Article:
I heaved a sigh of relief. I wasn’t the lowest level in the room, but I was on the short end of the spectrum and lacked anyone to back me up if I got embroiled in it. Donovan had cleared out a sizable portion of his night’s clientele but had likely avoided the damages that were sure to follow a brawl between crews as tough as these. I decided to hold off making my escape until the streets had cleared from the initial influx of intoxicated, frustrated men.

Before even half the Undine’s crew had reached the door, someone barged in and shouted. Had they done that earlier, they wouldn’t have been loud enough to get everyone’s attention, but the murmur of the crowd was subdued.

“EVERYBODY!” he yelled. Seeing that he indeed had everybody’s attention, he continued. “The prince of Oorkom has officially wed the princess of Antarus and allied themselves against Nilfheim! In response, Nilfheim has announced a non-human alliance between themselves, the sprites of Circe, the Tarish of both Zakera and Desolas, and the orcs and goblins of Bandarn!”

You could have heard a pin drop. There was several moments of silence while everybody absorbed the enormity of the news. Then someone summed it up in a single curse.

“How has the boy king responded?” someone asked.

“Andros’s monarch, king Leopold the fourth,” the messenger said formally. “Has not involved himself in the conflict. The elves haven’t responded either. No word yet on the island jarls, northeastern countries, or countries around the Atlas ocean.”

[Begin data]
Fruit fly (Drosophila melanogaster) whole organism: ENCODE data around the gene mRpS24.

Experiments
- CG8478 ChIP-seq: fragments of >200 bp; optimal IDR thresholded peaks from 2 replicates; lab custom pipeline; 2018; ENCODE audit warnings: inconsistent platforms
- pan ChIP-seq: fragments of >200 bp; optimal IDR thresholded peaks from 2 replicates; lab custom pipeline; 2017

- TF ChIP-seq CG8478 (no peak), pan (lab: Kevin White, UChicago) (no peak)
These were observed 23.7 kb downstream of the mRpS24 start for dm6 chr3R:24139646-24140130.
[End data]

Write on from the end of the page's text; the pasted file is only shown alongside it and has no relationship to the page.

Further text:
The antagonism between Antarus and its neighbors had escalated into a trade war with Nilfheim, then an armed conflict and war, then Antarus made a human alliance and touched off a volatile situation. The nonhuman alliance stretched from the west to the northeast around the Median ocean, contesting who really controlled the seas.

If I remembered correctly, Circe was an inland country that didn’t even have any naval interests, yet they’d brought their support to the war. The orcs of Bandarn didn’t have a navy either, but good luck trying to take the fight to them on their land. If other ships started carrying orcs as shock troops … stars, what a scary thought!

And the Tarish. The militant Tarish had been hiring out for mercenary work for years, now they had an avenue to another fight. They had been the ones to hold the line against the last human empire that had tried to encircle the Median ocean. They’d occupied the empty country that was Desolas and turned it into a bulwark that denied the last emperor his territorial dream. They’d turned the land from a colony into a separate country after the war ended, but the two nations had very close ties. Nilfheim’s navy had matched Antarus in an even draw. With the addition of the Tarish war fleets …

Hali had said they’d been trying to end the war before it got out of hand. It seemed like things had just gotten very, very out of hand.